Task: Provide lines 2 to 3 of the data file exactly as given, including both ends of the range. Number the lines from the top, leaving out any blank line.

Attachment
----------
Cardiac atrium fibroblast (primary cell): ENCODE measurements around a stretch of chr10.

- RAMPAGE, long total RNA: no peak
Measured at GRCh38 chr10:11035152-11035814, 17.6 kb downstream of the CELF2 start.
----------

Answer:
- RAMPAGE, long total RNA: no peak
Measured at GRCh38 chr10:11035152-11035814, 17.6 kb downstream of the CELF2 start.